KIEV (Reuters) - Ukrainian President Viktor Yanukovich urged parliament on Tuesday to pass laws to underpin the country’s pro-Europe drive, even as Russia renewed pressure on Kiev to halt its westward course.
But, with European envoys looking on, opposition politicians accused Yanukovich of endangering Ukraine’s pro-Europe policy himself by failing to pledge an end to political trials and staying silent over his arch-rival, jailed ex-prime minister Yulia Tymoshenko, whom Western governments want to be freed.
The European Union says her trial for abuse of office was political and her continued confinement could still jeopardize the signing of key association and free trade agreements with Ukraine at a summit in Vilnius, Lithuania, in November.
“The issue of Yulia Tymoshenko’s release is a question of the political will of President Viktor Yanukovich exclusively. Our principled position is that this was a political sentencing and it must be repealed, and quickly,” said Vitaly Klitschko, the world boxing champion and potential challenger for the Ukrainian presidency who heads the UDAR (Punch) party.
In a keynote speech to parliament, Yanukovich urged deputies to prepare draft legislation to reform the judiciary and law-enforcement bodies and fight corruption to help bring the former Soviet republic more in line with EU standards.
The 28-member EU has set criteria for democratic progress which it says Ukraine must meet if the landmark agreements are to be signed in November.
“Success at the Vilnius summit must be prepared. Documents, vital for our further advancement towards Europe, must be approved. This is work which the Ukrainian parliament must do in order for Ukraine to be able to sign agreements on association and free trade with the EU,” he declared.
Even as the Kiev government seeks to persuade the EU that Ukraine is a fit partner for the future, it has come under pressure from Russia, its biggest single trading partner which wants to entice it instead into a Russia-led Customs Union.
Russia fears a flood of highly competitive goods on the Russian market if Ukraine joins an EU free-trade zone.
In a warning shot to Ukraine, Russia conducted extra customs checks on Ukrainian imports over several days last month and Russian President Vladimir Putin spoke of possible “protective” measures by Moscow and its Customs Union allies, Belarus and Kazakhstan.
The pressure has led to talk of a trade war in Kiev and injected new tension into Moscow’s relationship with Ukraine, which has pleaded unsuccessfully for a lower price for strategic supplies of Russian gas to bring relief to its economy.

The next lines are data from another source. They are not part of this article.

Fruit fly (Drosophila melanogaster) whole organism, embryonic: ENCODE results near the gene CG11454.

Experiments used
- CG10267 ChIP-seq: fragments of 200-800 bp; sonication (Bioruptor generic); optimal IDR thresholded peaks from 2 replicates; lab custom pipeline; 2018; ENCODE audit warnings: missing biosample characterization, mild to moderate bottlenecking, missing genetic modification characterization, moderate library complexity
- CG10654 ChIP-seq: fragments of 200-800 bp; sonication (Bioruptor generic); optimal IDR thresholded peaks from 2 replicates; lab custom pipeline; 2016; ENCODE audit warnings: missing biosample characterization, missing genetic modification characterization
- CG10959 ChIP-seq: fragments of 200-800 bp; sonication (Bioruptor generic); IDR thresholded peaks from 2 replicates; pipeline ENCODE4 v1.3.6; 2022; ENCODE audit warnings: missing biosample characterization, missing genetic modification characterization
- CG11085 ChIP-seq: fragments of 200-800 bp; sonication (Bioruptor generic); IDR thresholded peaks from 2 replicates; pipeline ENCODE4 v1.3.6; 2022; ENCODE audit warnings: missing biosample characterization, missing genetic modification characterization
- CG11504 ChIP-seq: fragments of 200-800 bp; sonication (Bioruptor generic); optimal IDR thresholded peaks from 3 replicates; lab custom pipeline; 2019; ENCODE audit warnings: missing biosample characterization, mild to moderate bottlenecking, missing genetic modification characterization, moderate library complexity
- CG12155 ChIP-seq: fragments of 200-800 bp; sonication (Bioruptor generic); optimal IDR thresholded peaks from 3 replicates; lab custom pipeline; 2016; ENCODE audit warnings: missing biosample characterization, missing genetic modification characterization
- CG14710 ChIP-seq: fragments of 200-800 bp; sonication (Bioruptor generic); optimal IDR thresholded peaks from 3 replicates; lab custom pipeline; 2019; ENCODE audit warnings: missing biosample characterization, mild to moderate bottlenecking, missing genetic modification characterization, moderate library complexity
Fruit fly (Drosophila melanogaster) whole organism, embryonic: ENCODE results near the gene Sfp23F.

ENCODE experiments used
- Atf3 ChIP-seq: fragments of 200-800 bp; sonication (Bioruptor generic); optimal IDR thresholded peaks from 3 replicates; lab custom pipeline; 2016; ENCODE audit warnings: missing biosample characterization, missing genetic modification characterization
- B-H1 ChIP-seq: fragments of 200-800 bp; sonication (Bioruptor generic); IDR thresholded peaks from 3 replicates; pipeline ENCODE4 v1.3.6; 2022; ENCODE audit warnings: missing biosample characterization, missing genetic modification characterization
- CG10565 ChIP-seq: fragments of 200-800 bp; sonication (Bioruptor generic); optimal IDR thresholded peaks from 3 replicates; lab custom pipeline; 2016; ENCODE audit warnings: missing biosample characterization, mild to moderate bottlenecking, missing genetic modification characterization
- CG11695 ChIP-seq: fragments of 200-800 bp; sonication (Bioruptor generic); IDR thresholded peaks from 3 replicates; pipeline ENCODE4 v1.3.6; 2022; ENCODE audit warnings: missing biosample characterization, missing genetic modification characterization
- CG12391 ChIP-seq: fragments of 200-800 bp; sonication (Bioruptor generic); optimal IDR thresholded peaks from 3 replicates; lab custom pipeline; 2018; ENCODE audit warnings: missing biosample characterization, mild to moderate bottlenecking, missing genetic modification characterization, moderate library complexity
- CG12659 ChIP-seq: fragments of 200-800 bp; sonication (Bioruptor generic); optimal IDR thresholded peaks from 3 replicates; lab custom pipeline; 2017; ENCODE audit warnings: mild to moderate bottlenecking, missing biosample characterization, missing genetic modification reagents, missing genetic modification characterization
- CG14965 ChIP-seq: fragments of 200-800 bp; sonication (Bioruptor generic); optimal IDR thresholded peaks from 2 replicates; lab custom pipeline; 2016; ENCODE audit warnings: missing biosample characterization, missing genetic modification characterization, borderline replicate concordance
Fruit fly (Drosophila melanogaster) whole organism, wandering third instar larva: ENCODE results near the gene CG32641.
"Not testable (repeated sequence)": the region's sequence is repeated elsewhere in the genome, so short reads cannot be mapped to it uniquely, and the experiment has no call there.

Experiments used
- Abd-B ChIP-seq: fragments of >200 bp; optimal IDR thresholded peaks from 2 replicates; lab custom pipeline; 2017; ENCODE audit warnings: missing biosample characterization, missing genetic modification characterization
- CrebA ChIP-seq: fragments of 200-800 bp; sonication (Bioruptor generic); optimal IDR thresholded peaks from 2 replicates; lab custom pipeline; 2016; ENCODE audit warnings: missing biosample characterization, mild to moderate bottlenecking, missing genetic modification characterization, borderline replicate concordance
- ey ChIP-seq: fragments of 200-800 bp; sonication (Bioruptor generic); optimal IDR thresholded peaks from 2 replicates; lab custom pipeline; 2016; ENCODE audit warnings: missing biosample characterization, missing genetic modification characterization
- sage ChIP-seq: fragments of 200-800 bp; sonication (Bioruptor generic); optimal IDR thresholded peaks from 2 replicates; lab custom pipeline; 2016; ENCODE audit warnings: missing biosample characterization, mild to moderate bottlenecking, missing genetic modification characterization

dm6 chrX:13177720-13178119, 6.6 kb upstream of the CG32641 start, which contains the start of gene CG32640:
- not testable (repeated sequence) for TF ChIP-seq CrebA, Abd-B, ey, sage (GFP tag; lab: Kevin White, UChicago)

The Kremlin renewed its charge over Ukraine’s westward thrust on Tuesday with a Putin aide warning that Kiev would forfeit special partner status if it went ahead with signing the EU agreements.
Sergei Glazev, Putin’s point man on relations in the Customs Union, said this would put Ukraine in violation of a bilateral friendship and cooperation agreement with Russia.
“To sum up, by signing the Association Agreement (with the EU) Ukraine will lose its self-reliance and for us will cease to be a strategic, a complete, partner,” Glazev said in an interview with Kommersant Ukraine newspaper.
Russia, which would like control of Ukraine’s gas pipeline network, has used the promise of much cheaper gas to try to coax Kiev into the Customs Union - proposals dismissed by Yanukovich last week as “humiliating”.
On Tuesday, he sought to calm Moscow’s concerns saying that Ukraine would always regard Russia as a strategic partner.
“Attempts to set cooperation in the European direction against cooperation with our strategic partners - Russia and the countries of the Eurasian society - are groundless.”
While Kiev has stuck to its aspiration to join the European mainstream, diplomats say it is unlikely the agreements will be signed unless Yanukovich relaxes his stance on Tymoshenko.
Tymoshenko, his most dangerous opponent, was jailed for seven years in 2011. But she would be a real threat to his chances of re-election in 2015 if she were freed and Yanukovich has shown no inclination to bow to EU pressure for her release.
European envoys are trying to persuade him to pardon her so she can go to Germany for treatment for back trouble. But he says he had no legal powers to allow this.
Additional reporting by Natalya Zinets; Writing by Richard Balmforth; Editing by Mark Heinrich